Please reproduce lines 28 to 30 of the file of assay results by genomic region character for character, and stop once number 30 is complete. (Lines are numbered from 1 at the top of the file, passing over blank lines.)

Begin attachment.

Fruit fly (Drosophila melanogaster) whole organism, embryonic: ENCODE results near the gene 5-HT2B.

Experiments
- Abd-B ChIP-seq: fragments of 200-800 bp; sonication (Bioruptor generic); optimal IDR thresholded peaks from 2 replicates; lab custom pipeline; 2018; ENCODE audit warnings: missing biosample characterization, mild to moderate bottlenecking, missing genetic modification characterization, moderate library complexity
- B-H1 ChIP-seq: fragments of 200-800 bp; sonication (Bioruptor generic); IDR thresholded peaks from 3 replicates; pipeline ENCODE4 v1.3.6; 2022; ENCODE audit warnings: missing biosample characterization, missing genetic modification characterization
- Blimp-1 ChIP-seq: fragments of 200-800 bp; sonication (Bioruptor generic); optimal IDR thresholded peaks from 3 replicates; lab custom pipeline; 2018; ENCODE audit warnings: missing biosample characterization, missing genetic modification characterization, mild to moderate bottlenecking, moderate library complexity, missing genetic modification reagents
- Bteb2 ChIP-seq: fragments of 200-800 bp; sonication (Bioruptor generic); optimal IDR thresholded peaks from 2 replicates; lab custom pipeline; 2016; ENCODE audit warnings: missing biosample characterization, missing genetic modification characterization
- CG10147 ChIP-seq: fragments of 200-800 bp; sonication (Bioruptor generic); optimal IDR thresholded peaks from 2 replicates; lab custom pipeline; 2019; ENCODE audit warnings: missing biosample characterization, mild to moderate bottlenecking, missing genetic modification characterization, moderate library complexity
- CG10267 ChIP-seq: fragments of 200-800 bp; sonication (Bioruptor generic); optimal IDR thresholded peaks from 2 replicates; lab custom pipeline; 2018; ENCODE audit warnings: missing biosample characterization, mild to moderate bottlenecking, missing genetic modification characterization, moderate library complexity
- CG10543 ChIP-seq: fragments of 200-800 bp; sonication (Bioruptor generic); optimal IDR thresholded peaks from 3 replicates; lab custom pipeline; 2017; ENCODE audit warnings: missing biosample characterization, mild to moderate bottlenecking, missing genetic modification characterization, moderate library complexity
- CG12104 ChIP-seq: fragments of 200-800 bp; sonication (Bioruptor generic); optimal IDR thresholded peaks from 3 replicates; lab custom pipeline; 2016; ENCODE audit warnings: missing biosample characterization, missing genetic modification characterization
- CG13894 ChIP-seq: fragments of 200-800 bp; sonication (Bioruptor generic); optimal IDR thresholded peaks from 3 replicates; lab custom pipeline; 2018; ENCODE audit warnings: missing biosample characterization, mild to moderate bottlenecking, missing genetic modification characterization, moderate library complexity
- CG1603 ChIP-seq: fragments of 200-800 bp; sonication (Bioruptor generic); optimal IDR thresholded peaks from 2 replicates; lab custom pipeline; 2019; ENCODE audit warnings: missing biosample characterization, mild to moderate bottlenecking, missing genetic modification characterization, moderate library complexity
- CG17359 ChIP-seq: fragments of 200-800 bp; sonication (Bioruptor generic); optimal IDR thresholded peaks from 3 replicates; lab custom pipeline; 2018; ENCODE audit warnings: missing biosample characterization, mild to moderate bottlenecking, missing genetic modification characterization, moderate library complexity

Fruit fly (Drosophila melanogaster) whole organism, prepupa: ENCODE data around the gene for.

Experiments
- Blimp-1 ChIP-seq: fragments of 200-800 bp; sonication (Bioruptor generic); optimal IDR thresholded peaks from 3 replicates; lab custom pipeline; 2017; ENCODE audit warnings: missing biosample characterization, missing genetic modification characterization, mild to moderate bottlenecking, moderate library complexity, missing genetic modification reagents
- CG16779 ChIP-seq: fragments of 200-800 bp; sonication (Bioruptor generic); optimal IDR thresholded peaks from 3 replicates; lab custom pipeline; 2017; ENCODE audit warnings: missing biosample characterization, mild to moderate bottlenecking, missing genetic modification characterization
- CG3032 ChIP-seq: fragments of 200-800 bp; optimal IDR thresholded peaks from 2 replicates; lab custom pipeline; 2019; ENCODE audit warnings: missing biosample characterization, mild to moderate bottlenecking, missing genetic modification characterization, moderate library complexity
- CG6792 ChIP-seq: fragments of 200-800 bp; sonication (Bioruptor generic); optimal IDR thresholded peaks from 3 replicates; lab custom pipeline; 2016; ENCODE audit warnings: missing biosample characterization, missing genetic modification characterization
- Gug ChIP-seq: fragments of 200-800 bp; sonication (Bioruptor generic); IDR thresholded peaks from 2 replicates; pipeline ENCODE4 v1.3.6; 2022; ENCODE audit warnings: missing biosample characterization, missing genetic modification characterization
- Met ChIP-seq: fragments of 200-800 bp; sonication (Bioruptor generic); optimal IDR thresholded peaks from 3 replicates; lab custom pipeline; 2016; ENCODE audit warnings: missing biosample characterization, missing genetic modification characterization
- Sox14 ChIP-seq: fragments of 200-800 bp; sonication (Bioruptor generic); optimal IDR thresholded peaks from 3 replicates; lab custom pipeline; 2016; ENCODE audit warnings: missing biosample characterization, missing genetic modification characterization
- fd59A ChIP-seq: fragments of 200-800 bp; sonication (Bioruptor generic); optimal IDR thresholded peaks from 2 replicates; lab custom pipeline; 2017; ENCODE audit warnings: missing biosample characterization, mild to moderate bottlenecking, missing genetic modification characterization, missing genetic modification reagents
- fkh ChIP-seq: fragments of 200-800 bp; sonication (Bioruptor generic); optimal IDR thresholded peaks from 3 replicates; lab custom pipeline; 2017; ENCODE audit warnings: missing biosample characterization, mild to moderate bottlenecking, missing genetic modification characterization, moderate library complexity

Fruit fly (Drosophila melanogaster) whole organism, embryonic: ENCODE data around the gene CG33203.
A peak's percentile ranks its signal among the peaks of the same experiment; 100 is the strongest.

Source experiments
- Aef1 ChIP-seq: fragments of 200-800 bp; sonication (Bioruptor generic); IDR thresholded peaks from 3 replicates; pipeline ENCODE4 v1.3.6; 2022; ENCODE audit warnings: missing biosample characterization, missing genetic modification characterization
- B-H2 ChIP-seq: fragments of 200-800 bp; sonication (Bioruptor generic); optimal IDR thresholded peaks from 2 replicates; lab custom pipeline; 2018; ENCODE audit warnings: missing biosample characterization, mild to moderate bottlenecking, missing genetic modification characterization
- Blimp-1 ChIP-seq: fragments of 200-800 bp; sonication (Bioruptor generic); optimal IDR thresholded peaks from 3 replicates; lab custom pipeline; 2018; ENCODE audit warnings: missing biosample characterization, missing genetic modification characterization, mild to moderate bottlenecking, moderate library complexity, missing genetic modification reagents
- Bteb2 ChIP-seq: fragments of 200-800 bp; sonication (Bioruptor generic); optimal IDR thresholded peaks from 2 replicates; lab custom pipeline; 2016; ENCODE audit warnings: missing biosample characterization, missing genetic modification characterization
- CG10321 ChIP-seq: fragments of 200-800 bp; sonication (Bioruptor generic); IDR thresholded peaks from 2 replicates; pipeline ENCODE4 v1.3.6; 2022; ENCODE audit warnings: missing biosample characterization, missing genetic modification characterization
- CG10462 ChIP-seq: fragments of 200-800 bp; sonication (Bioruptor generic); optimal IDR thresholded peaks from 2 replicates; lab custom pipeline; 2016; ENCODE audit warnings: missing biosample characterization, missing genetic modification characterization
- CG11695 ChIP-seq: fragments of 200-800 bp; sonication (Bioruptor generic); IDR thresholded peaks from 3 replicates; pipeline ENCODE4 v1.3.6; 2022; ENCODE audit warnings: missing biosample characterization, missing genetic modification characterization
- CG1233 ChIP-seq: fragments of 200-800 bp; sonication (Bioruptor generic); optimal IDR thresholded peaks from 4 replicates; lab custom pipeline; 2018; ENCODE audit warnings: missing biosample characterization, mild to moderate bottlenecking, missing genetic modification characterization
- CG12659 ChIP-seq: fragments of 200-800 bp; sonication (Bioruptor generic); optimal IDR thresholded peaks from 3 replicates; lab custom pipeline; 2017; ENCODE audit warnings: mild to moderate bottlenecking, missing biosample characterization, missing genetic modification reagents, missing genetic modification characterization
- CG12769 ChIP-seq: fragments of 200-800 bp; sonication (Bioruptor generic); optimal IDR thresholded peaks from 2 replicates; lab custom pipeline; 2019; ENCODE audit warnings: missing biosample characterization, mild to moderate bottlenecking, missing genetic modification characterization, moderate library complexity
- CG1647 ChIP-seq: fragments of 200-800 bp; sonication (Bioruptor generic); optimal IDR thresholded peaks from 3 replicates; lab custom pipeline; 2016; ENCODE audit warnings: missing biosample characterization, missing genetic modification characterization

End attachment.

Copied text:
- Aef1 ChIP-seq: fragments of 200-800 bp; sonication (Bioruptor generic); IDR thresholded peaks from 3 replicates; pipeline ENCODE4 v1.3.6; 2022; ENCODE audit warnings: missing biosample characterization, missing genetic modification characterization
- B-H2 ChIP-seq: fragments of 200-800 bp; sonication (Bioruptor generic); optimal IDR thresholded peaks from 2 replicates; lab custom pipeline; 2018; ENCODE audit warnings: missing biosample characterization, mild to moderate bottlenecking, missing genetic modification characterization
- Blimp-1 ChIP-seq: fragments of 200-800 bp; sonication (Bioruptor generic); optimal IDR thresholded peaks from 3 replicates; lab custom pipeline; 2018; ENCODE audit warnings: missing biosample characterization, missing genetic modification characterization, mild to moderate bottlenecking, moderate library complexity, missing genetic modification reagents